architecture-specific files and architecture-independent files. If you
give `configure' the option `--exec-prefix=PATH', the package will use
PATH as the prefix for installing programs and libraries.
Documentation and other data files will still use the regular prefix.

In addition, if you use an unusual directory layout you can give
options like `--bindir=PATH' to specify different values for particular
kinds of files. Run `configure --help' for a list of the directories
you can set and what kinds of files go in them.

If the package supports it, you can cause programs to be installed
with an extra prefix or suffix on their names by giving `configure' the
option `--program-prefix=PREFIX' or `--program-suffix=SUFFIX'.

Optional Features
=================

Some packages pay attention to `--enable-FEATURE' options to
`configure', where FEATURE indicates an optional part of the package.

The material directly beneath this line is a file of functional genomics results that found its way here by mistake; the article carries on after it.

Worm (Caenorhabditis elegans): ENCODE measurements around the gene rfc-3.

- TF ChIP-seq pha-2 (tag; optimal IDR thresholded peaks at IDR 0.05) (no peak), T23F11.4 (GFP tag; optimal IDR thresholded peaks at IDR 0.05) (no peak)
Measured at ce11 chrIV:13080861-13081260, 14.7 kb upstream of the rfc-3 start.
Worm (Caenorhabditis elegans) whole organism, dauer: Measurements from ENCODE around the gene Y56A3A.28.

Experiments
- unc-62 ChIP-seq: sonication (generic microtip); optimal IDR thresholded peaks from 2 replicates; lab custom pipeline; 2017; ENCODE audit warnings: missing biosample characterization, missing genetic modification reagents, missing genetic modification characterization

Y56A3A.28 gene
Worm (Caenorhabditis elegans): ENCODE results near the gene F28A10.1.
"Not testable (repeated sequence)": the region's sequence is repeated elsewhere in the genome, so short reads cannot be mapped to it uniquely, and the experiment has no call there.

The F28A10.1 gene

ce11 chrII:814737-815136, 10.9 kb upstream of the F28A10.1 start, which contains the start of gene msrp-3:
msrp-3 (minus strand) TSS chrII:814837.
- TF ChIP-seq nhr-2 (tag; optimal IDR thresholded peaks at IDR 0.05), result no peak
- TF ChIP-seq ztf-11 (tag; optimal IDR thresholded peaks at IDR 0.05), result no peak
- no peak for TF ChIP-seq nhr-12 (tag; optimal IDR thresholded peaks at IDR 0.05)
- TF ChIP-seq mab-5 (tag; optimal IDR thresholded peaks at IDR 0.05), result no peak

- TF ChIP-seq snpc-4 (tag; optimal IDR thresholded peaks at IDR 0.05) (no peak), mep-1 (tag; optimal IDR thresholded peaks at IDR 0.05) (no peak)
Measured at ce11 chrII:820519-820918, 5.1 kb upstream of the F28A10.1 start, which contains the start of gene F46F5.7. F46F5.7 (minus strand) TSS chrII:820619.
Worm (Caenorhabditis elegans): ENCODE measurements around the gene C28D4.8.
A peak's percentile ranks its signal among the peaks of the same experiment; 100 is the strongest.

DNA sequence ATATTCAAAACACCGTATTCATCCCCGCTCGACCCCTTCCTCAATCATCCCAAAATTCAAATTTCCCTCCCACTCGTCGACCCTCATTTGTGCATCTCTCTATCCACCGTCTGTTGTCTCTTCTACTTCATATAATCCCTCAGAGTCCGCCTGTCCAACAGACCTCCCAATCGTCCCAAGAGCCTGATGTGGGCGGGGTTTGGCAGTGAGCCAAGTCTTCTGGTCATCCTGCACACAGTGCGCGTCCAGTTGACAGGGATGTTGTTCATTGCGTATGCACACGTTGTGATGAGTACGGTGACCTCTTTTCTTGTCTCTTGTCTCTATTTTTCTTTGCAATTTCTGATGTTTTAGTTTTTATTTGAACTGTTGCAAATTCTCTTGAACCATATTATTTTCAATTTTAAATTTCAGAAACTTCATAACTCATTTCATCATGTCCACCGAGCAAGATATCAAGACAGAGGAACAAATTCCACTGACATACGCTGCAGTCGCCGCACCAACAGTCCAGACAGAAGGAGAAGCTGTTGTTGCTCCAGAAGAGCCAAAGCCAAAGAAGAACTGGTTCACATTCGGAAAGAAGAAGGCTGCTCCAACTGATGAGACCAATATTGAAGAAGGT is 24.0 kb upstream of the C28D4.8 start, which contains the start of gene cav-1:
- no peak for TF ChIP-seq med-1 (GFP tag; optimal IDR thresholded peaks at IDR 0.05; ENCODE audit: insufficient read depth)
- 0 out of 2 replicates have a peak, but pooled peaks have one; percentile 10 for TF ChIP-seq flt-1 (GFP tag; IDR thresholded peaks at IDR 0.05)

They may also pay attention to `--with-PACKAGE' options, where PACKAGE
is something like `gnu-as' or `x' (for the X Window System). The
`README' should mention any `--enable-' and `--with-' options that the
package recognizes.

For packages that use the X Window System, `configure' can usually
find the X include and library files automatically, but if it doesn't,
you can use the `configure' options `--x-includes=DIR' and
`--x-libraries=DIR' to specify their locations.

Specifying the System Type
==========================

There may be some features `configure' cannot figure out
automatically, but needs to determine by the type of machine the package